But I would say going back to-- as someone who generally has to wear certain things for a lot of work events, and has a partner who also does so, it's always been worth it for us invest up front. But if we didn't need to, we certainly wouldn't be doing that. A really easy rule of thumb is just break things down by cost per use.

If it's something that you're going to be using almost every day, probably an indicator to spend a little more. Now I'm going to out you here Hank. You're someone with money.

It happened. He's got, by most statistical standards, quite a lot of it. And he didn't always.

Although he was never-- could we say he was never poor. But he certainly wasn't at the place financially that he is now, which means he's sort of gotten to experience a little bit of the financial spectrum, from what is probably closer to the average to what is very far away from it. So as a result of this sort of shift, can you tell us at least one thing that wealthy people know about money that not wealthy people do not?

First, I think that it is very easy to spend money. And that's something that everybody knows. But you think that it will become-- that it will start to be like, well,.

I don't know what to spend all this money on. That never happens. Lifestyle inflation.

The money just keeps going away. And so it remains important to have a budget because the luxury of having money isn't being able to indulge in luxuries, it's being able to not worry about money. Oh, 100%.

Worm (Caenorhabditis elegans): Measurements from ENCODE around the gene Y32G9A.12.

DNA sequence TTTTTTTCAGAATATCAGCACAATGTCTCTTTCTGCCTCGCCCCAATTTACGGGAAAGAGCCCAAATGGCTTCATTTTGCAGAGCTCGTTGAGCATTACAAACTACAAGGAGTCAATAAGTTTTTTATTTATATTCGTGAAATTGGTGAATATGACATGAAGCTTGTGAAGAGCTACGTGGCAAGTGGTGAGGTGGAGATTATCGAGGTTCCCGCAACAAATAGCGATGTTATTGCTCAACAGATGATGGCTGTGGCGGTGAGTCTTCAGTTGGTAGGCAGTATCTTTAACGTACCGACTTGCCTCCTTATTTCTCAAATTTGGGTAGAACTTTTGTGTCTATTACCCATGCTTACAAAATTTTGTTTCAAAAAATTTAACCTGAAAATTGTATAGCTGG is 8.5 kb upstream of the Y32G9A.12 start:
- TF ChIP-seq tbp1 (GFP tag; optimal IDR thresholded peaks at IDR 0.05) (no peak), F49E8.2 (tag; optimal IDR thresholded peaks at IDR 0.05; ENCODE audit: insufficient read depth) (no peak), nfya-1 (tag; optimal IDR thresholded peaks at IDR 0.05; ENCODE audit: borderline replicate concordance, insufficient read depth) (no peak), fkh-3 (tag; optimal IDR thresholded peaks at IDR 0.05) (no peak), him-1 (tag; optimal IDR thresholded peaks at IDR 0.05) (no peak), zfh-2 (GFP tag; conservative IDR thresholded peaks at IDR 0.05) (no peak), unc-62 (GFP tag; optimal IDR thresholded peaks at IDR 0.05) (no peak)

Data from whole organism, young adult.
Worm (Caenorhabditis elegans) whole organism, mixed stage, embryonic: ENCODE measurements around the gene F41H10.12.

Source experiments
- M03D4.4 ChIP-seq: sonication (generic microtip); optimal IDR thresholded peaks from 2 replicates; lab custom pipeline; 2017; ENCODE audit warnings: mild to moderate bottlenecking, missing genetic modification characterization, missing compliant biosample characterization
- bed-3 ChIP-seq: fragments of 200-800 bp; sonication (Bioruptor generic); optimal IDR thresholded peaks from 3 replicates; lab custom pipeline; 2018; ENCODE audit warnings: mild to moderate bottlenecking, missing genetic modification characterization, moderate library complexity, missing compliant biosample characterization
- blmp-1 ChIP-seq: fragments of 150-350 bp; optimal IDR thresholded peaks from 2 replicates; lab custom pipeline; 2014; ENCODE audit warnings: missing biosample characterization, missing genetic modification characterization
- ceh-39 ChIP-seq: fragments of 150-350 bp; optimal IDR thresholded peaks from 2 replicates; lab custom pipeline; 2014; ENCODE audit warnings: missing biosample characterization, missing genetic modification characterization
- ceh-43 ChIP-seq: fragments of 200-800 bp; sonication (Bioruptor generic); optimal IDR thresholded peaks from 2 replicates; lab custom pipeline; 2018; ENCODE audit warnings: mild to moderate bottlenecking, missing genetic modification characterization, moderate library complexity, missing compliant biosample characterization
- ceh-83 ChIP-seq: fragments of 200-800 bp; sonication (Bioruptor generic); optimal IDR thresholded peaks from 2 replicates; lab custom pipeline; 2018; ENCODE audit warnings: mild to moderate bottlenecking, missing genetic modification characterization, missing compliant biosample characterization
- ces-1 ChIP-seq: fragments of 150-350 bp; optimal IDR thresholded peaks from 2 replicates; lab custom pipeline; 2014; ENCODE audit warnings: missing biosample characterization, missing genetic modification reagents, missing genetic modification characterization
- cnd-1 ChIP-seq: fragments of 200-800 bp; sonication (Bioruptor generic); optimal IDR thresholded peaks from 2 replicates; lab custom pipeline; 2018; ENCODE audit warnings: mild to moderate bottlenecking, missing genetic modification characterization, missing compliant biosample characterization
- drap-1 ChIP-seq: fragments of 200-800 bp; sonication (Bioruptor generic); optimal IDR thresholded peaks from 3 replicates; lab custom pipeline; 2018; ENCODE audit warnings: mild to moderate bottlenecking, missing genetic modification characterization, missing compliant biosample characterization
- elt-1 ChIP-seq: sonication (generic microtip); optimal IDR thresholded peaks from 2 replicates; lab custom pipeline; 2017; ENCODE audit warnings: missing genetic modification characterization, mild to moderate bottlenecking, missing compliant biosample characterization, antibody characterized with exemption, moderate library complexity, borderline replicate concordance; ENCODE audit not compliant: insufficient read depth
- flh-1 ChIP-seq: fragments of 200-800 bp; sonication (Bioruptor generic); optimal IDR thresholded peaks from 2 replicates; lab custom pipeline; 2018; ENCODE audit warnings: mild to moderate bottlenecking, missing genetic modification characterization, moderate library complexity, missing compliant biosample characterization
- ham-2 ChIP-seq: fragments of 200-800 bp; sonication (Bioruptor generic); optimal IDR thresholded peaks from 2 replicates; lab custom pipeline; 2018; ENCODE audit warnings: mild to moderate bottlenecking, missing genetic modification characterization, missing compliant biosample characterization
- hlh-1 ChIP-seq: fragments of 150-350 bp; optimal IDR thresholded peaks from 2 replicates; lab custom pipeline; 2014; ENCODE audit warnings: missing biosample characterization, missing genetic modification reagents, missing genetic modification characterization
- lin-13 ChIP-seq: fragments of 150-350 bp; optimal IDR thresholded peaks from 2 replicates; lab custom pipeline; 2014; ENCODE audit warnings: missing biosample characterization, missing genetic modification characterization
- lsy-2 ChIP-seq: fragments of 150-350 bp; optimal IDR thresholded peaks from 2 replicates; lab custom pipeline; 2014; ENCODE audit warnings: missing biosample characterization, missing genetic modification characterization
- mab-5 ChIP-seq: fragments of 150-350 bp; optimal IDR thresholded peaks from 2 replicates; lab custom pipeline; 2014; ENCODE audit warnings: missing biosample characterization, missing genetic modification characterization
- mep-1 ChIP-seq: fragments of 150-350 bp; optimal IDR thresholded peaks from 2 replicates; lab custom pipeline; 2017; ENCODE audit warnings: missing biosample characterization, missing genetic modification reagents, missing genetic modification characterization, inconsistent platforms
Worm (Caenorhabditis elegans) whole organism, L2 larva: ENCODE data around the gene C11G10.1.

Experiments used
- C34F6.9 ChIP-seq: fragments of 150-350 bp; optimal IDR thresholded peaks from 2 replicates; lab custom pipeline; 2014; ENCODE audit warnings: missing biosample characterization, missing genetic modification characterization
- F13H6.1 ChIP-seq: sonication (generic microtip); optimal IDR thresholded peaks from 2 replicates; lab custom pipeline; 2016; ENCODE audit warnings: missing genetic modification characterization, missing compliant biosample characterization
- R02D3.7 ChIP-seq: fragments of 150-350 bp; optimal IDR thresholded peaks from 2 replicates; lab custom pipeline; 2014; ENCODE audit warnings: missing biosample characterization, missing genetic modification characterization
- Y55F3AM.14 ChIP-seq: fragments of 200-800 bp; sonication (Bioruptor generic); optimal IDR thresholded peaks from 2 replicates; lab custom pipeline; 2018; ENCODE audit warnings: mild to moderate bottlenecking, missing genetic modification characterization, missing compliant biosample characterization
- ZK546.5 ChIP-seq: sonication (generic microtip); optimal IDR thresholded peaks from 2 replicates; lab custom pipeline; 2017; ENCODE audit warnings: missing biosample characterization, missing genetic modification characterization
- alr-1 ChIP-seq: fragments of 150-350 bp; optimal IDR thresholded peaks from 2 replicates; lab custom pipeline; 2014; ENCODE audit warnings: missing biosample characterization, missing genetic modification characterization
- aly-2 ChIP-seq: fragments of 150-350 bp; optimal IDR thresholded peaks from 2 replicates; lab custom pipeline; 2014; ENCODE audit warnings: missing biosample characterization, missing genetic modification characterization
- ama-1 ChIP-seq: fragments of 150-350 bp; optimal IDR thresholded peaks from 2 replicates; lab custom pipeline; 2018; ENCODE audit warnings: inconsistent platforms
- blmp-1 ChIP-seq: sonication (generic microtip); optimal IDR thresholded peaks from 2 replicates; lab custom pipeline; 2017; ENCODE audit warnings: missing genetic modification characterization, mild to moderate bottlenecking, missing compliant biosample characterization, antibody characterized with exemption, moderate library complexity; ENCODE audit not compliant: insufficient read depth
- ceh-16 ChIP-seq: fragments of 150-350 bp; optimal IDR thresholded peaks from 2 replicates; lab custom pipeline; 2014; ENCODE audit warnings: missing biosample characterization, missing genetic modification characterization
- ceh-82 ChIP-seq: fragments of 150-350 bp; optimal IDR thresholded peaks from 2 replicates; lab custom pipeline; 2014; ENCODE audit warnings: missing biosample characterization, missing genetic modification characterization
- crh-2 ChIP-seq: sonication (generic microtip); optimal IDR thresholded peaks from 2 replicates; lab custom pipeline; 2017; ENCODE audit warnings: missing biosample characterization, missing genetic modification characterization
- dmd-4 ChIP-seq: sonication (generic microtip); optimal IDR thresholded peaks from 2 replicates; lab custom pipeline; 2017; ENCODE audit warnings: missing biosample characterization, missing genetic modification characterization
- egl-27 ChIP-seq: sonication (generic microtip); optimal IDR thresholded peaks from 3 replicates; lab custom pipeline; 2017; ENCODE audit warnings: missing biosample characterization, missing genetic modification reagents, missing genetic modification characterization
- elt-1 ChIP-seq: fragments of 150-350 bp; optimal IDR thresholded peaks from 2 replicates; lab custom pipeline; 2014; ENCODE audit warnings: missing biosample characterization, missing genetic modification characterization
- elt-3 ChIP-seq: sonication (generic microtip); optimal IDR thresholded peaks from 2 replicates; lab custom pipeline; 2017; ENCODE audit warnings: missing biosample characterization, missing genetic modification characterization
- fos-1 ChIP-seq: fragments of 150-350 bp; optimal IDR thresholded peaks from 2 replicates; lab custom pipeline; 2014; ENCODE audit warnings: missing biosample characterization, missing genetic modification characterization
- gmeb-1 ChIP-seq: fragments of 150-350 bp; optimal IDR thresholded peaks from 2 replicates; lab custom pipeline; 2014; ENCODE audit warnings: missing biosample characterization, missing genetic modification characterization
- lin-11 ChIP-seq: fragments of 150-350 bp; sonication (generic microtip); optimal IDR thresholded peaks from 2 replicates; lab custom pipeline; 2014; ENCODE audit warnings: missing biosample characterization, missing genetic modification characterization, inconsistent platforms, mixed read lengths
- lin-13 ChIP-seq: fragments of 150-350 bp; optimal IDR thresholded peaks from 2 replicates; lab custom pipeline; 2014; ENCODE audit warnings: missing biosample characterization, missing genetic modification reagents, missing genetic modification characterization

And if you continue to indulge in luxuries, and you're like, well, I'm going to I'm going to enjoy the fruits of my labor, then you don't get that ultimate luxury. I'm trying to keep my own spending in check and my own sort of experience of the world in check. Your lifestyle inflation-- to go back to it-- your increasingly expanding idea of what is normal and what is a luxury.

And one thing that I will say in learning a lot about rich people and how they operate through making The Financial Diet is I think rich people intentionally obscure how easy it is for them to make more money, and how little they pay on that money. Yeah, and it's very strange fruit for me to talk to some of my wealthy peers and have them be like, well, I earned this. And I worked for this.